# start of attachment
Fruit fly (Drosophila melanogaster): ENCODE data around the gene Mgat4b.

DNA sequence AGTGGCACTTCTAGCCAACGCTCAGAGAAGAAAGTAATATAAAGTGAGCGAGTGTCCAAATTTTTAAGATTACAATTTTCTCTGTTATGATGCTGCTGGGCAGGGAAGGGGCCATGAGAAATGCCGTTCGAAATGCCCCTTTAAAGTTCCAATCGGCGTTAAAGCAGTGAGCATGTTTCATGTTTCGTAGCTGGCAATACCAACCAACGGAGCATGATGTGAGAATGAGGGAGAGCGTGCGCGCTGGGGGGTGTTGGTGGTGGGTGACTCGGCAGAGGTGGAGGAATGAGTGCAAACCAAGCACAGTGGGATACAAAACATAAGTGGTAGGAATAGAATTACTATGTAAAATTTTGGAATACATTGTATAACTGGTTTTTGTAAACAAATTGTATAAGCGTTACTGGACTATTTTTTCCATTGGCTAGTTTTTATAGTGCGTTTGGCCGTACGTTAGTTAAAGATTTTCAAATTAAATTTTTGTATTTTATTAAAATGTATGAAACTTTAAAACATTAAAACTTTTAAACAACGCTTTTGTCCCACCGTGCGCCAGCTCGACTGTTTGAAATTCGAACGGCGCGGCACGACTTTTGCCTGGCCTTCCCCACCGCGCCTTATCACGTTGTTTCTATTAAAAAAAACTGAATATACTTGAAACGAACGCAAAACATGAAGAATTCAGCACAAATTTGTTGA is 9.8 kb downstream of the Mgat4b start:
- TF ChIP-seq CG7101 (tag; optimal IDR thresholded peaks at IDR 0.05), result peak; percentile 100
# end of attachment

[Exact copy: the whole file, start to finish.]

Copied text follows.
Fruit fly (Drosophila melanogaster): ENCODE data around the gene Mgat4b.

DNA sequence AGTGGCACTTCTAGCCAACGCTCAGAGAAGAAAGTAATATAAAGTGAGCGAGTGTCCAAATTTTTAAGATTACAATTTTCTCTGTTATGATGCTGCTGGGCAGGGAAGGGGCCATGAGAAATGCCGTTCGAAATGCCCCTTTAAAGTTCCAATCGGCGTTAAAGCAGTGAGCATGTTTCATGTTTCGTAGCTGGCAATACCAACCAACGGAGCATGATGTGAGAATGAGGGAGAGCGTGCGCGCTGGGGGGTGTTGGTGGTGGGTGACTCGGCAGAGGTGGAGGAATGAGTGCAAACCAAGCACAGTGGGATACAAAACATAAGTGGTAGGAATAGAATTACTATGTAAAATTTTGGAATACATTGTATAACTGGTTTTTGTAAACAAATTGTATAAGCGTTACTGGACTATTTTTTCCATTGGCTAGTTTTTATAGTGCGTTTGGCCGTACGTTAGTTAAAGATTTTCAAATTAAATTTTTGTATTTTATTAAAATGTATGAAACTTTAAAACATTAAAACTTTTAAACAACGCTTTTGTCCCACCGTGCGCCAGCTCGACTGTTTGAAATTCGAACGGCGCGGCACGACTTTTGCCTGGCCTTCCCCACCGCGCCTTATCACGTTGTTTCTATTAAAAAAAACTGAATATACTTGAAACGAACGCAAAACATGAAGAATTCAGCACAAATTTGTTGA is 9.8 kb downstream of the Mgat4b start:
- TF ChIP-seq CG7101 (tag; optimal IDR thresholded peaks at IDR 0.05), result peak; percentile 100